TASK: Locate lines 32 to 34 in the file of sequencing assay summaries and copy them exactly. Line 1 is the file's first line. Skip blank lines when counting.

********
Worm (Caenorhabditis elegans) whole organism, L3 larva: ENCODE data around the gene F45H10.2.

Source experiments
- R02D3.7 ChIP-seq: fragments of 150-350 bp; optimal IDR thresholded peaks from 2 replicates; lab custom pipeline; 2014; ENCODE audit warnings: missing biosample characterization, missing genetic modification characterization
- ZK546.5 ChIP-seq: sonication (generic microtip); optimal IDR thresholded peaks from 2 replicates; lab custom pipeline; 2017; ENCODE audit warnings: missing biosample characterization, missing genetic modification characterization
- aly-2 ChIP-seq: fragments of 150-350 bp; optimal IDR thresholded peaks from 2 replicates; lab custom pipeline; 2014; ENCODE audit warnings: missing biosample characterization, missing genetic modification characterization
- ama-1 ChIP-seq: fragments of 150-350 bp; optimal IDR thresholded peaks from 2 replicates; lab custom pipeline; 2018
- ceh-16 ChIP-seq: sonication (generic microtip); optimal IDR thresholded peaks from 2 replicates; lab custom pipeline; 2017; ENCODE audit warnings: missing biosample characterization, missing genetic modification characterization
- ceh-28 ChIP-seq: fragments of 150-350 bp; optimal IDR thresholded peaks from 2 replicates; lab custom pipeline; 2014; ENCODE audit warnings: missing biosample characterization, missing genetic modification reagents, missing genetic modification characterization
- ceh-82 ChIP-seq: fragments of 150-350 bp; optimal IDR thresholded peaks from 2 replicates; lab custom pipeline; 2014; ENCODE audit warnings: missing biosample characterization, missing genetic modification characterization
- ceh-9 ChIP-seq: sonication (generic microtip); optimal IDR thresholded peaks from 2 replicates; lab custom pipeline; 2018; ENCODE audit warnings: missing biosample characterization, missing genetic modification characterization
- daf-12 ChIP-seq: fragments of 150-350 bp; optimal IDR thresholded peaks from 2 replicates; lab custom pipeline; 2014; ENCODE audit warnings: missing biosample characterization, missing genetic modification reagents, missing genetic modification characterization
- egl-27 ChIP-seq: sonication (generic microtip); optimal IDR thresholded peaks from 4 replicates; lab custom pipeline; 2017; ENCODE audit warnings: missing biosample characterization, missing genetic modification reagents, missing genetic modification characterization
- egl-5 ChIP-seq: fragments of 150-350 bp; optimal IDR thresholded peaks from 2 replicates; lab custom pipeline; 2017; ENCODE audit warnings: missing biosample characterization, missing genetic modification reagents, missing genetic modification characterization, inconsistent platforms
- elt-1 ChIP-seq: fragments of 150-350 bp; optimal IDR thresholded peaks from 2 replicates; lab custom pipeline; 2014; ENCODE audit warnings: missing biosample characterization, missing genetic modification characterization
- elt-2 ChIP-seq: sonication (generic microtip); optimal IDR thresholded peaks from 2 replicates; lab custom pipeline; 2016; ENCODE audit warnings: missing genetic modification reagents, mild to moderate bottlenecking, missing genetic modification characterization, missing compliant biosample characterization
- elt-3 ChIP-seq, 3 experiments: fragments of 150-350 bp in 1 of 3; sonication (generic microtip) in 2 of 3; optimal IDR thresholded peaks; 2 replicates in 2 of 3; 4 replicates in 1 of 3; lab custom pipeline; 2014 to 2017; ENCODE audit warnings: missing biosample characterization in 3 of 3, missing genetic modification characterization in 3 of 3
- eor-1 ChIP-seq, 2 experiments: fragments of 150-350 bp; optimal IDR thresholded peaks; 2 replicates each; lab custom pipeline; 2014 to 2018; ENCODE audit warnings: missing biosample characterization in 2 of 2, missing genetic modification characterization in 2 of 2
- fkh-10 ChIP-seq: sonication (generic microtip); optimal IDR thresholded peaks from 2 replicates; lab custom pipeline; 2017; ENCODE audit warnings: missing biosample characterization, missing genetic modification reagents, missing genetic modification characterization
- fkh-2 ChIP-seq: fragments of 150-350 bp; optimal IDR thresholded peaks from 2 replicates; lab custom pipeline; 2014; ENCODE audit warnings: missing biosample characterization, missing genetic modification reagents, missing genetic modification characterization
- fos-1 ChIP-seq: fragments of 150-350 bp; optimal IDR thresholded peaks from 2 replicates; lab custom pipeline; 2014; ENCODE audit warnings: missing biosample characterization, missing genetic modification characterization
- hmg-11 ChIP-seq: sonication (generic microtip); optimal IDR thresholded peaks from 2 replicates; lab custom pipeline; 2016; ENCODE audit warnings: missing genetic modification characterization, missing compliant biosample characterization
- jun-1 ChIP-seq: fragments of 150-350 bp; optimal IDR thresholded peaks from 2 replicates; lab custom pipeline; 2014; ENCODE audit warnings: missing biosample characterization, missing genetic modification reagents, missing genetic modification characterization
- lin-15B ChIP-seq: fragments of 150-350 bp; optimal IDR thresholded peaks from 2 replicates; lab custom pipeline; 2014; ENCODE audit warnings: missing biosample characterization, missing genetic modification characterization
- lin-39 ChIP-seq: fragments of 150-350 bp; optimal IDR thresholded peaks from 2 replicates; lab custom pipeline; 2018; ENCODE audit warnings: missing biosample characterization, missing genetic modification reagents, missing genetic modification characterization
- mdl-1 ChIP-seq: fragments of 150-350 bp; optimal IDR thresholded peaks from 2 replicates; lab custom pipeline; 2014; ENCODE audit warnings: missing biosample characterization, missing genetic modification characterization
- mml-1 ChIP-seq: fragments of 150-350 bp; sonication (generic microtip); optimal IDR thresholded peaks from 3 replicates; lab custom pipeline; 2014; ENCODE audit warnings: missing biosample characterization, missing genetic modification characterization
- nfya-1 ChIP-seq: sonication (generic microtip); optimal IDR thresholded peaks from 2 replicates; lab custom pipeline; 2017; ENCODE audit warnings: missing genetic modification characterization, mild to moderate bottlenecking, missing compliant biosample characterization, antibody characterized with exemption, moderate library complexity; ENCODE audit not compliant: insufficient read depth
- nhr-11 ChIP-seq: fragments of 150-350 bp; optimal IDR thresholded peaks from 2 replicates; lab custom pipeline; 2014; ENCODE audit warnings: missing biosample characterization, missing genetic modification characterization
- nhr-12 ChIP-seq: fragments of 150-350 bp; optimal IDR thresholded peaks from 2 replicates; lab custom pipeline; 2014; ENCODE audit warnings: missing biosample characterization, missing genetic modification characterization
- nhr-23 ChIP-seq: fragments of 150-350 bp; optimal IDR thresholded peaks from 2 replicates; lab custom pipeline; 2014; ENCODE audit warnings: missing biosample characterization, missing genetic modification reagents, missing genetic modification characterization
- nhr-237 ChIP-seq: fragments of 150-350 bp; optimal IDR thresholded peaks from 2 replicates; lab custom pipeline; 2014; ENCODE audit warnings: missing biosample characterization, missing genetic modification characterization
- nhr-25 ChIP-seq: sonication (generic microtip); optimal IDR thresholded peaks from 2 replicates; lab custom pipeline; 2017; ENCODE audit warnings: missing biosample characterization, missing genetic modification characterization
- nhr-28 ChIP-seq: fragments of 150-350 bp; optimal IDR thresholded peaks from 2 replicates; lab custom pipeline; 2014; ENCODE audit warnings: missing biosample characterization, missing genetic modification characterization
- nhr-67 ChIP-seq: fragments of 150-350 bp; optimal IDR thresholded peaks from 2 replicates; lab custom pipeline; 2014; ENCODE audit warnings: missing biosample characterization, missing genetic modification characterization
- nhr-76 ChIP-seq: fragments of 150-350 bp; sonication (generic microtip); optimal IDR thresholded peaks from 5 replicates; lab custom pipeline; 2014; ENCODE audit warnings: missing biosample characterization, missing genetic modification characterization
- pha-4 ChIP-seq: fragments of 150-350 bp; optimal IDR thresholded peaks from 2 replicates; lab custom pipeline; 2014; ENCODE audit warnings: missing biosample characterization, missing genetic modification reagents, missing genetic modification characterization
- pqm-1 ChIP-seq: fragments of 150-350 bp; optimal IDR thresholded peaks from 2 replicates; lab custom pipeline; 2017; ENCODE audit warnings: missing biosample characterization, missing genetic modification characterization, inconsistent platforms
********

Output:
- nhr-25 ChIP-seq: sonication (generic microtip); optimal IDR thresholded peaks from 2 replicates; lab custom pipeline; 2017; ENCODE audit warnings: missing biosample characterization, missing genetic modification characterization
- nhr-28 ChIP-seq: fragments of 150-350 bp; optimal IDR thresholded peaks from 2 replicates; lab custom pipeline; 2014; ENCODE audit warnings: missing biosample characterization, missing genetic modification characterization
- nhr-67 ChIP-seq: fragments of 150-350 bp; optimal IDR thresholded peaks from 2 replicates; lab custom pipeline; 2014; ENCODE audit warnings: missing biosample characterization, missing genetic modification characterization